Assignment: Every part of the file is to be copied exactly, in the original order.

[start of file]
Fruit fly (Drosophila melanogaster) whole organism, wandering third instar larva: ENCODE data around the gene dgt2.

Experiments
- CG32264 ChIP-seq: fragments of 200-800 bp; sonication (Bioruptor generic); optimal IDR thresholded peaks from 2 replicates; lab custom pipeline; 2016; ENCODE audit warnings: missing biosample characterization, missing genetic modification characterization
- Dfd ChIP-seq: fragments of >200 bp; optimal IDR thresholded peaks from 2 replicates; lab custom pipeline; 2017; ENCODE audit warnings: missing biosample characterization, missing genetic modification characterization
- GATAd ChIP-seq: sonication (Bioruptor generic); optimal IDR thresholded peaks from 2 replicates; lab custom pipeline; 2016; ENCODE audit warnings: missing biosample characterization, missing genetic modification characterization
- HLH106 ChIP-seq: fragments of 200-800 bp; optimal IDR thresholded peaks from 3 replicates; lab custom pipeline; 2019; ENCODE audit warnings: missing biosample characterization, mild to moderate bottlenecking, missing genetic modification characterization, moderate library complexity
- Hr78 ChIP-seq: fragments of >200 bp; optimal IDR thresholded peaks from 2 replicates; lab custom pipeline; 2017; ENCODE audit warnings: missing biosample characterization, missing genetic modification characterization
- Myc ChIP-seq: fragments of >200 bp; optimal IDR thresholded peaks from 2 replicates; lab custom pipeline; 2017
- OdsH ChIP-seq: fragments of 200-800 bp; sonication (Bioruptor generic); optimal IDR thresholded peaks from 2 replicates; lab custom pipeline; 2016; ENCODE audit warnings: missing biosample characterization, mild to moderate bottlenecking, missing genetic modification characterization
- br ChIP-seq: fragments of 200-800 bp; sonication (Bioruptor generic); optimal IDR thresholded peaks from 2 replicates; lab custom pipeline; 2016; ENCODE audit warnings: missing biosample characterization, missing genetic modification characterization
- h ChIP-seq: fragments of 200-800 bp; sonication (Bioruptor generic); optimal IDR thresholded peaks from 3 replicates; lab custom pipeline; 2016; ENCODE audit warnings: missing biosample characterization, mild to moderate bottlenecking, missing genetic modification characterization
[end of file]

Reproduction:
Fruit fly (Drosophila melanogaster) whole organism, wandering third instar larva: ENCODE data around the gene dgt2.

Experiments
- CG32264 ChIP-seq: fragments of 200-800 bp; sonication (Bioruptor generic); optimal IDR thresholded peaks from 2 replicates; lab custom pipeline; 2016; ENCODE audit warnings: missing biosample characterization, missing genetic modification characterization
- Dfd ChIP-seq: fragments of >200 bp; optimal IDR thresholded peaks from 2 replicates; lab custom pipeline; 2017; ENCODE audit warnings: missing biosample characterization, missing genetic modification characterization
- GATAd ChIP-seq: sonication (Bioruptor generic); optimal IDR thresholded peaks from 2 replicates; lab custom pipeline; 2016; ENCODE audit warnings: missing biosample characterization, missing genetic modification characterization
- HLH106 ChIP-seq: fragments of 200-800 bp; optimal IDR thresholded peaks from 3 replicates; lab custom pipeline; 2019; ENCODE audit warnings: missing biosample characterization, mild to moderate bottlenecking, missing genetic modification characterization, moderate library complexity
- Hr78 ChIP-seq: fragments of >200 bp; optimal IDR thresholded peaks from 2 replicates; lab custom pipeline; 2017; ENCODE audit warnings: missing biosample characterization, missing genetic modification characterization
- Myc ChIP-seq: fragments of >200 bp; optimal IDR thresholded peaks from 2 replicates; lab custom pipeline; 2017
- OdsH ChIP-seq: fragments of 200-800 bp; sonication (Bioruptor generic); optimal IDR thresholded peaks from 2 replicates; lab custom pipeline; 2016; ENCODE audit warnings: missing biosample characterization, mild to moderate bottlenecking, missing genetic modification characterization
- br ChIP-seq: fragments of 200-800 bp; sonication (Bioruptor generic); optimal IDR thresholded peaks from 2 replicates; lab custom pipeline; 2016; ENCODE audit warnings: missing biosample characterization, missing genetic modification characterization
- h ChIP-seq: fragments of 200-800 bp; sonication (Bioruptor generic); optimal IDR thresholded peaks from 3 replicates; lab custom pipeline; 2016; ENCODE audit warnings: missing biosample characterization, mild to moderate bottlenecking, missing genetic modification characterization